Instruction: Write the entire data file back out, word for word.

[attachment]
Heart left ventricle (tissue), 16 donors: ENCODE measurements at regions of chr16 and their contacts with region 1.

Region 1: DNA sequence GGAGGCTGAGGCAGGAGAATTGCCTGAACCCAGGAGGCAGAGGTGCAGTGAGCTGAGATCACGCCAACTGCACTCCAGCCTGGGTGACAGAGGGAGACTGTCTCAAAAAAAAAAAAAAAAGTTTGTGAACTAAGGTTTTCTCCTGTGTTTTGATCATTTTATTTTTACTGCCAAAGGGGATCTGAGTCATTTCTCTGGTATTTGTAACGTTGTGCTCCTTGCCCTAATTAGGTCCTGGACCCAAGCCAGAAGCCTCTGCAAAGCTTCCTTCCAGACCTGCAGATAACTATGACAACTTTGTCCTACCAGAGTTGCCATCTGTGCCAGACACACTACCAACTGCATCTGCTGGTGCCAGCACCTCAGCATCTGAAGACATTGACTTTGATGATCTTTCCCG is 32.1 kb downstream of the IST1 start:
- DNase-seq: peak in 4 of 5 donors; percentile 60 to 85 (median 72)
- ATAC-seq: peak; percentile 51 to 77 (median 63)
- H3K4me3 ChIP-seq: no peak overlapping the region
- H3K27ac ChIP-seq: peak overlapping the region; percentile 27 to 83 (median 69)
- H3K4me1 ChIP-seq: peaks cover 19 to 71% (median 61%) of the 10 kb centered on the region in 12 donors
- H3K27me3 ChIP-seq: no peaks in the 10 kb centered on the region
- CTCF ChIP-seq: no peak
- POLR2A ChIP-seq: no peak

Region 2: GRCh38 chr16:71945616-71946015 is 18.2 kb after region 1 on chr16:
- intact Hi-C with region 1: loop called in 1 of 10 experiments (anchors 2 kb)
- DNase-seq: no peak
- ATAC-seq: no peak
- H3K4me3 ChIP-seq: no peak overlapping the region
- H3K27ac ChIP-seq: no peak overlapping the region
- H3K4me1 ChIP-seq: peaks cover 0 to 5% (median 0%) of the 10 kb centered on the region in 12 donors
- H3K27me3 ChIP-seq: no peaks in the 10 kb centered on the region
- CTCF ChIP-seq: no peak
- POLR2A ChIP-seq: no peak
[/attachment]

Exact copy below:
Heart left ventricle (tissue), 16 donors: ENCODE measurements at regions of chr16 and their contacts with region 1.

Region 1: DNA sequence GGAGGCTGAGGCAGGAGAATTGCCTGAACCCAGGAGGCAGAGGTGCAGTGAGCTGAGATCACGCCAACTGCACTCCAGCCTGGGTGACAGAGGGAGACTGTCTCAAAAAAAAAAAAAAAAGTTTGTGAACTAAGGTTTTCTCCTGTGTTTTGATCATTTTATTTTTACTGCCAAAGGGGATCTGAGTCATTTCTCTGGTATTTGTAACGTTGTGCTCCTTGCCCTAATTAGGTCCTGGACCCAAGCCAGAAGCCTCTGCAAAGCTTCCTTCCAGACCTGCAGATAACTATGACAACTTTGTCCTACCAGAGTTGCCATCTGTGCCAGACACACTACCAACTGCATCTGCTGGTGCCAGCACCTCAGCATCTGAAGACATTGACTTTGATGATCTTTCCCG is 32.1 kb downstream of the IST1 start:
- DNase-seq: peak in 4 of 5 donors; percentile 60 to 85 (median 72)
- ATAC-seq: peak; percentile 51 to 77 (median 63)
- H3K4me3 ChIP-seq: no peak overlapping the region
- H3K27ac ChIP-seq: peak overlapping the region; percentile 27 to 83 (median 69)
- H3K4me1 ChIP-seq: peaks cover 19 to 71% (median 61%) of the 10 kb centered on the region in 12 donors
- H3K27me3 ChIP-seq: no peaks in the 10 kb centered on the region
- CTCF ChIP-seq: no peak
- POLR2A ChIP-seq: no peak

Region 2: GRCh38 chr16:71945616-71946015 is 18.2 kb after region 1 on chr16:
- intact Hi-C with region 1: loop called in 1 of 10 experiments (anchors 2 kb)
- DNase-seq: no peak
- ATAC-seq: no peak
- H3K4me3 ChIP-seq: no peak overlapping the region
- H3K27ac ChIP-seq: no peak overlapping the region
- H3K4me1 ChIP-seq: peaks cover 0 to 5% (median 0%) of the 10 kb centered on the region in 12 donors
- H3K27me3 ChIP-seq: no peaks in the 10 kb centered on the region
- CTCF ChIP-seq: no peak
- POLR2A ChIP-seq: no peak